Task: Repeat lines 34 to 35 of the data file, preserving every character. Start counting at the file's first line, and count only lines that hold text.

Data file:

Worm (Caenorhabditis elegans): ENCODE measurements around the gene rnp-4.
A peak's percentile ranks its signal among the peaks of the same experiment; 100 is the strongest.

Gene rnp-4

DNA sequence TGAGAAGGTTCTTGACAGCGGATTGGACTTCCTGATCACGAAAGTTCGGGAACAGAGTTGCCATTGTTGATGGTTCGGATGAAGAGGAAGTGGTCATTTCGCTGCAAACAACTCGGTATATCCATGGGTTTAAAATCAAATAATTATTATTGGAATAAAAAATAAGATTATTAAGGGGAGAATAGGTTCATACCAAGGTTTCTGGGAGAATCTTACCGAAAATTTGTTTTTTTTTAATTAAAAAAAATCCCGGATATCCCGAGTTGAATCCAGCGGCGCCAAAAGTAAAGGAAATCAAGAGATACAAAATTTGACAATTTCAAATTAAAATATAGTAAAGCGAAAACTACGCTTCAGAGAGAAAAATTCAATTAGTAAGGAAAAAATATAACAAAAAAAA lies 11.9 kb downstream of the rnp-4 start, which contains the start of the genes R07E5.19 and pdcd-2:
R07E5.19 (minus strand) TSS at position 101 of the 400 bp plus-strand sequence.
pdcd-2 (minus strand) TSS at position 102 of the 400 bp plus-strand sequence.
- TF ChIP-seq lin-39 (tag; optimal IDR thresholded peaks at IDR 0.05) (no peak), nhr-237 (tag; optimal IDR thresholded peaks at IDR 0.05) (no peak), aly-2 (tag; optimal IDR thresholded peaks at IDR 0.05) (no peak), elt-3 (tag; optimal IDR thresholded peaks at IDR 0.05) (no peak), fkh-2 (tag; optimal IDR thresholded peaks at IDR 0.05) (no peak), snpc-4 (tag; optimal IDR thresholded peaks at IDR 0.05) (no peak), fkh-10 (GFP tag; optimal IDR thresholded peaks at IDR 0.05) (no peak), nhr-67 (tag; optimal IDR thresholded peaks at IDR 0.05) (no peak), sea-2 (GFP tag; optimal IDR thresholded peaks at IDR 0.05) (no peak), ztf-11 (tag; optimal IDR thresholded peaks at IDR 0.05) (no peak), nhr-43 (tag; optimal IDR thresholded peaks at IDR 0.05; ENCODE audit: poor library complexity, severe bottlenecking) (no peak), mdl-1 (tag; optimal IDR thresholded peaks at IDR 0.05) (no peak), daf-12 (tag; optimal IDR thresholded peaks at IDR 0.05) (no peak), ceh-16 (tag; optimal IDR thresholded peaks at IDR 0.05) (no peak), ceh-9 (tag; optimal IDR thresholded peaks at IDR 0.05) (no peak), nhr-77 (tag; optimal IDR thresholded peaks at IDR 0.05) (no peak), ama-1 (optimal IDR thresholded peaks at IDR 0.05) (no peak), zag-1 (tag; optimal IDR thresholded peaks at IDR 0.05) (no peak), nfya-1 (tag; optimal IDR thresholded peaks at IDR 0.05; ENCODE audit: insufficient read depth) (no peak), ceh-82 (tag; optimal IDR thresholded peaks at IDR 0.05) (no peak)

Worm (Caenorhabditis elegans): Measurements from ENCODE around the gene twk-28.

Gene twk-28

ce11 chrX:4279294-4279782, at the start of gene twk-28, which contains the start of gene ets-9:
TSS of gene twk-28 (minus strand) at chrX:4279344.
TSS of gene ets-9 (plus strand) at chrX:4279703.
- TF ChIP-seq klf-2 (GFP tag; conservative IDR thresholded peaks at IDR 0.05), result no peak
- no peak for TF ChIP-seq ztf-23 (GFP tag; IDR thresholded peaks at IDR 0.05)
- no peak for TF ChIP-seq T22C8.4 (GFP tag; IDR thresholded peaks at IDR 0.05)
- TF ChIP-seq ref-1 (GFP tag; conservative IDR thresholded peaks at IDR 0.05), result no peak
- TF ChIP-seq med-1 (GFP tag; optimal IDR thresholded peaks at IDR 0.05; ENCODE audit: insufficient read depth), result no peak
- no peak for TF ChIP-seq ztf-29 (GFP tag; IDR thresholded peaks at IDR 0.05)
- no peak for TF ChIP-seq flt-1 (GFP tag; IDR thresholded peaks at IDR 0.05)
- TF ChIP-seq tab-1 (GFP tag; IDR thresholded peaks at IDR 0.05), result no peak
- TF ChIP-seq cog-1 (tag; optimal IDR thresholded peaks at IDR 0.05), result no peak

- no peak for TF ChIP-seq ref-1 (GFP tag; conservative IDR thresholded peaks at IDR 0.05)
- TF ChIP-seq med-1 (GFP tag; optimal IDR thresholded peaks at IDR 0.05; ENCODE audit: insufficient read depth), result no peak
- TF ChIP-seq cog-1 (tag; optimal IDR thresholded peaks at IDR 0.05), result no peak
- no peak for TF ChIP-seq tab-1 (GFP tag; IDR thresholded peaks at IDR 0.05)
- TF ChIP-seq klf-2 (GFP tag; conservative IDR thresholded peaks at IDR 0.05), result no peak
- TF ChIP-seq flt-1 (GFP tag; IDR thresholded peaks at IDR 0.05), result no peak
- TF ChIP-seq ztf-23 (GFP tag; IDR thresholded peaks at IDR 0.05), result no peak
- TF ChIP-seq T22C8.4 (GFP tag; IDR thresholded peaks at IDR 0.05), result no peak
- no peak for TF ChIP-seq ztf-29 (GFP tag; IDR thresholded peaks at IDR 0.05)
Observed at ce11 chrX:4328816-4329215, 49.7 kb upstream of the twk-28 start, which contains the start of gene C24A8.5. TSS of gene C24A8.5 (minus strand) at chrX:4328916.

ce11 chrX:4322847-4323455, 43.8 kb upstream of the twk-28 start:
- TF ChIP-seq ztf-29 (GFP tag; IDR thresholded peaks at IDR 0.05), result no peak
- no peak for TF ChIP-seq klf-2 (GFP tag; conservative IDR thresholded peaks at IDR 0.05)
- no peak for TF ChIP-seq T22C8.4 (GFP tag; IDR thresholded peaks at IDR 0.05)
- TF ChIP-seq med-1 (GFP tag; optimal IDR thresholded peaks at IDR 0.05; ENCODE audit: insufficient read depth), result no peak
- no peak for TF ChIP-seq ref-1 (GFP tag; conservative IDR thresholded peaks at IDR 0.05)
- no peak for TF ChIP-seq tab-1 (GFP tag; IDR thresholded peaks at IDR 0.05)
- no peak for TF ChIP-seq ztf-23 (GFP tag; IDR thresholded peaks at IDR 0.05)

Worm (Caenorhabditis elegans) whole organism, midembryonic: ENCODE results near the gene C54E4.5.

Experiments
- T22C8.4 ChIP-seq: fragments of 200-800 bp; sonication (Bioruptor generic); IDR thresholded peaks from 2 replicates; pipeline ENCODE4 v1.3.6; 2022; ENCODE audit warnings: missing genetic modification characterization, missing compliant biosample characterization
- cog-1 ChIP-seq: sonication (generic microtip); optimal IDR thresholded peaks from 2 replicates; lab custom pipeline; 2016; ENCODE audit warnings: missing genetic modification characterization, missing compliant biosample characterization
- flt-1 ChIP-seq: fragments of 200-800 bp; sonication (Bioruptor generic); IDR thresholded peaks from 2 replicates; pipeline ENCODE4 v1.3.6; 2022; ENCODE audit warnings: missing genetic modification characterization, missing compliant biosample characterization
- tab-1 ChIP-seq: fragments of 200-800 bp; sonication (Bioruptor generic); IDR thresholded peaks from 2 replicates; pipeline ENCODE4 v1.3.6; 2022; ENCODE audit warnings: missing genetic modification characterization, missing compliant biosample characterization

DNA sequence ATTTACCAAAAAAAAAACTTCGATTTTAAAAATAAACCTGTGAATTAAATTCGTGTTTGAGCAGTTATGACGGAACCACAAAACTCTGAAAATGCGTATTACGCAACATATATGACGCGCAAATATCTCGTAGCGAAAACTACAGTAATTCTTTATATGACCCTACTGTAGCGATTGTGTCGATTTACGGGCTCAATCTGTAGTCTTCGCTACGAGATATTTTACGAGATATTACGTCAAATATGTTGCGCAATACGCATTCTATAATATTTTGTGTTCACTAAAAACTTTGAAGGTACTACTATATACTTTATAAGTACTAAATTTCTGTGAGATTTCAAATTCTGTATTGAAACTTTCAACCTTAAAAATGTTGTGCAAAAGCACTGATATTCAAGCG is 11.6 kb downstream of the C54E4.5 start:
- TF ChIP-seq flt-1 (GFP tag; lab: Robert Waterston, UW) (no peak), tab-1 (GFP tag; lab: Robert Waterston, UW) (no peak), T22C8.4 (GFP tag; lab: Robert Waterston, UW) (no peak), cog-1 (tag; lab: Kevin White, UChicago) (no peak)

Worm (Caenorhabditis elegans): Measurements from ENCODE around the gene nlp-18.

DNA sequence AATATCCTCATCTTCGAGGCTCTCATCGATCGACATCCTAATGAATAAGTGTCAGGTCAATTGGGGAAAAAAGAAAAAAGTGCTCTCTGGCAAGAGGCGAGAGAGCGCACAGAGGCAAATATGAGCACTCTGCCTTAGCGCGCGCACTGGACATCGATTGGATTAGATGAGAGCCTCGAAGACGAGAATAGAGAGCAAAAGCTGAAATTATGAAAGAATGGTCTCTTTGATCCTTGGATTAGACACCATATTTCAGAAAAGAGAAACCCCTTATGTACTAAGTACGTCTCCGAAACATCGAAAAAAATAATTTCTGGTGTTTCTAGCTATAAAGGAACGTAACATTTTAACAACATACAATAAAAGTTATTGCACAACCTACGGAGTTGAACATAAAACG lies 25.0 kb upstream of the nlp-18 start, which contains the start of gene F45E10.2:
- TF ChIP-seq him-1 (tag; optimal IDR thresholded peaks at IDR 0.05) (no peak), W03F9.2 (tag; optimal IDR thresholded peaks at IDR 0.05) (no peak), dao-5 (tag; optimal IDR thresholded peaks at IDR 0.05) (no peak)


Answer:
- no peak for TF ChIP-seq klf-2 (GFP tag; conservative IDR thresholded peaks at IDR 0.05)
- no peak for TF ChIP-seq T22C8.4 (GFP tag; IDR thresholded peaks at IDR 0.05)